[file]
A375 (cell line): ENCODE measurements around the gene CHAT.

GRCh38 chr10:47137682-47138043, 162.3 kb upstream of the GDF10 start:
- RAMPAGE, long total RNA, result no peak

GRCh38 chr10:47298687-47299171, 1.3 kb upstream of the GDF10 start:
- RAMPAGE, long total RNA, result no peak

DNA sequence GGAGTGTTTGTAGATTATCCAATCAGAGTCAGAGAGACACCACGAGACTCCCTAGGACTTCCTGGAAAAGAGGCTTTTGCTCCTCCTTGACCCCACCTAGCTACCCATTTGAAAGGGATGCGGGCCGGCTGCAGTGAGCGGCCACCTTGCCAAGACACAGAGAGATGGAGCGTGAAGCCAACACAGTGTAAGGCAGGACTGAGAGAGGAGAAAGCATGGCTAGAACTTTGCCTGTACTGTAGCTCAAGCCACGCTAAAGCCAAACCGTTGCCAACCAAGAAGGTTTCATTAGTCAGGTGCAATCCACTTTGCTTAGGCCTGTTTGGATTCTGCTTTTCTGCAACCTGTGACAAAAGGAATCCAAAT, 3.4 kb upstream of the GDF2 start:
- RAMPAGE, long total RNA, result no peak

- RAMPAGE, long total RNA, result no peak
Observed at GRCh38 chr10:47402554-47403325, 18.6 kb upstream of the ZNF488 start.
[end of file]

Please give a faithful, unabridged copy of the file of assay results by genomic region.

A375 (cell line): ENCODE measurements around the gene CHAT.

GRCh38 chr10:47137682-47138043, 162.3 kb upstream of the GDF10 start:
- RAMPAGE, long total RNA, result no peak

GRCh38 chr10:47298687-47299171, 1.3 kb upstream of the GDF10 start:
- RAMPAGE, long total RNA, result no peak

DNA sequence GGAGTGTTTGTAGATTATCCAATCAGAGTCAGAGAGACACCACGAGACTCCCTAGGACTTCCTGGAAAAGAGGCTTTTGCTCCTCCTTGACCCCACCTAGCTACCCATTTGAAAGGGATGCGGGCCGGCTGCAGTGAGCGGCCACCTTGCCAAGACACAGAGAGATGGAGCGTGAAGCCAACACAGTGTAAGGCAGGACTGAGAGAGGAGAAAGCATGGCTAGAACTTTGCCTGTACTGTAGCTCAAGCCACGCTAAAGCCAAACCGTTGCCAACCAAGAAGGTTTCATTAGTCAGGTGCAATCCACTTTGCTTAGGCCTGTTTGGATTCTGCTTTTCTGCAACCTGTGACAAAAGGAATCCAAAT, 3.4 kb upstream of the GDF2 start:
- RAMPAGE, long total RNA, result no peak

- RAMPAGE, long total RNA, result no peak
Observed at GRCh38 chr10:47402554-47403325, 18.6 kb upstream of the ZNF488 start.